Thursday, September 25, 2008
(Cover photo by Angela Crabbe)
“I came into the studio and noticed that Mr. Cranbury was naked and nailed to the wall. Then painted in candy cane red and white stripes,” said WhiteFeather, one of four artists with studios at Studio4Ward on Queen Street. “Apparently, I’m a suspect.”
The murder of Art Cranbury, beer can artist and fictitious owner of the building that houses Studio4Ward and Backstreet Records, is the subject of Biff Mitchell’s mystery “Boston Jonson in Murder by Art,” which was released as an ebook novella earlier this week by Double Dragon Publishing.
“I wrote the story to promote my next novel ‘Boston Jonson in Murder by Burger,’ to be released this November from Double Dragon,” said Mitchell. “The building housing Studio4Ward and Backstreet Records has exactly the kind of otherworldly mood that fits into the Boston Jonson stories, and the people there are among the most fascinating in the city.”
“So, why create new characters,” said Mitchell, “when I know people with the kind of charismatic personalities to make the story work. With their permission, I even used their real names.”
“The lead character in ‘Murder by Art’ is an investigative consultant in the year 2060 who uses insults and Zen to solve murders,” said Mitchell. “I’m certain that by then the world will be taken over by consultants.”
“I changed the personalities of the characters somewhat to fit the story,” said Mitchell. “For instance, WhiteFeather is one of the most compassionate humans I know, but not in the story, especially with the 300 pound body of one of the worst people she’s ever met hanging on the wall.”
“I sent copies of the story to all the characters, WhiteFeather, Marie Fox, Andrea Crabbe and Eric Hill, from Backstreet Records,” said Mitchell. “They all got a kick out of the story and, amazingly, they’re still my friends.”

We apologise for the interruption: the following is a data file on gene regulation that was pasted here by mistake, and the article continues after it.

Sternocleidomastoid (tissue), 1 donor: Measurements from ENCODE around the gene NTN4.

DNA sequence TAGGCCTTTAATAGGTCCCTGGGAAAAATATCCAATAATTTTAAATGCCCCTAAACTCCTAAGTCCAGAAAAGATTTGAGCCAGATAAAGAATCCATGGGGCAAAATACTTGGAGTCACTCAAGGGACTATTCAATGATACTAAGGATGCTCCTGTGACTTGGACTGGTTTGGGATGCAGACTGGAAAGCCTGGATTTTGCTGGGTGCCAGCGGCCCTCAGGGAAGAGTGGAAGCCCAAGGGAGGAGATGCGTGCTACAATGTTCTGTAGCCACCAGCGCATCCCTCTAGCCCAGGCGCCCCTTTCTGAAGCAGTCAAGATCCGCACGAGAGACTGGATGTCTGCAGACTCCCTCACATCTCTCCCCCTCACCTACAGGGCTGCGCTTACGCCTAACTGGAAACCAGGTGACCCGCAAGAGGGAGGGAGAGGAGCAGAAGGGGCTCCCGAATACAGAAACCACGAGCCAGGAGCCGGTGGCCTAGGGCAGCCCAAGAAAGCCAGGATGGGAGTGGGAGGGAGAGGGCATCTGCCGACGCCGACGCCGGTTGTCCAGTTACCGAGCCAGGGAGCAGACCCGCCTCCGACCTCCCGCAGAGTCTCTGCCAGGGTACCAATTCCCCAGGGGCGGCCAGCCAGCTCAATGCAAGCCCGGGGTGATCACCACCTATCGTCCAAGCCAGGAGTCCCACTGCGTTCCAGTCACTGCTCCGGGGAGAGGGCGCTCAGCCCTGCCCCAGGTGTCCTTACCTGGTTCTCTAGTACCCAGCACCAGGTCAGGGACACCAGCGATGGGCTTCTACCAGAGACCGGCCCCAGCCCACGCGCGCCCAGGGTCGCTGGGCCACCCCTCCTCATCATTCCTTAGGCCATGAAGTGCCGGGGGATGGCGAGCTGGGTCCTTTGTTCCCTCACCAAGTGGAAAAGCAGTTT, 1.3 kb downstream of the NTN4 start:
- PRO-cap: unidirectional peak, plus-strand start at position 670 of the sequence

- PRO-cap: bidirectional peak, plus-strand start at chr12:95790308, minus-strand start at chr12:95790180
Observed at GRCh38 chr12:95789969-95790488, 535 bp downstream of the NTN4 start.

“Eric isn’t an artist at the studio,” said Mitchell. “He’s the owner of Backstreet Records, which plays a key role in providing clues to the murder. Plus, the atmosphere in Backstreet provides exactly the kind of juxtaposition of time that fits into the kind of cyberpunk that I write.”
"I haven't killed as many people as I've been accused of,” said Hill. “ I'm not that much of a workaholic. More of a hobby than a calling, really."
“The photo used on the cover was taken by Andrea Crabbe,” said Mitchell. “It shows a collection of animal skulls from WhiteFeather’s studio. She uses them in her art.”
Mitchell is working on a second Boston Jonson novella, this one set in coffee shops around the city.
About the Book
“Boston Jonson in Murder by Art” is available as an ebook download from Double Dragon Publishing (www.double-dragon-ebooks.com)
eBook Length: 37 Pages
Published: September 2008
Imprint: Double Dragon Publishing
Link to Book: http://tinyurl.com/6youc8
About Biff Mitchell
Biff Mitchell is the author of three novels and numerous short stories, many of which appear in the award-winning Twisted Tails anthologies. Originally from Toronto, he lives in Fredericton, where he writes novels at the Second Cup Coffee Shop and short fiction at the Harriet Irving Library. Mitchell’s next novel, “Boston Jonson in Murder by Burger,” a satire on big business, is set in Saint John 70 years in the future. Double Dragon Publishing in Ontario will release it this November. Mitchell as a website at www.biffmitchell.com.
WhiteFeather wants to get the hell out of Fredericton, with all of this weird stuff going on, especially in her own studio. She'll be leaving in 2009 to complete her Master of Fine Arts at the School of the Art Institute of Chicago. Until then, you can bet she'll be making more of the disturbing art she's known for, out of human hair and bone. None of this is fiction.
About Eric Hill
Eric Hill likes music, flightless birds and the letter S.
About Marie Fox
Marie Fox is a painter who draws inspiration from fashion, nature and her dreams.She also passionately adores many shades of red.
About Andrea Crabbe
Andrea Crabbe is a visual artist living and studying in Halifax, Nova Scotia. Buttery oil paint, scrumptious words, and vintage, previously chewed treasures are just a few of the bits of life that thrill her.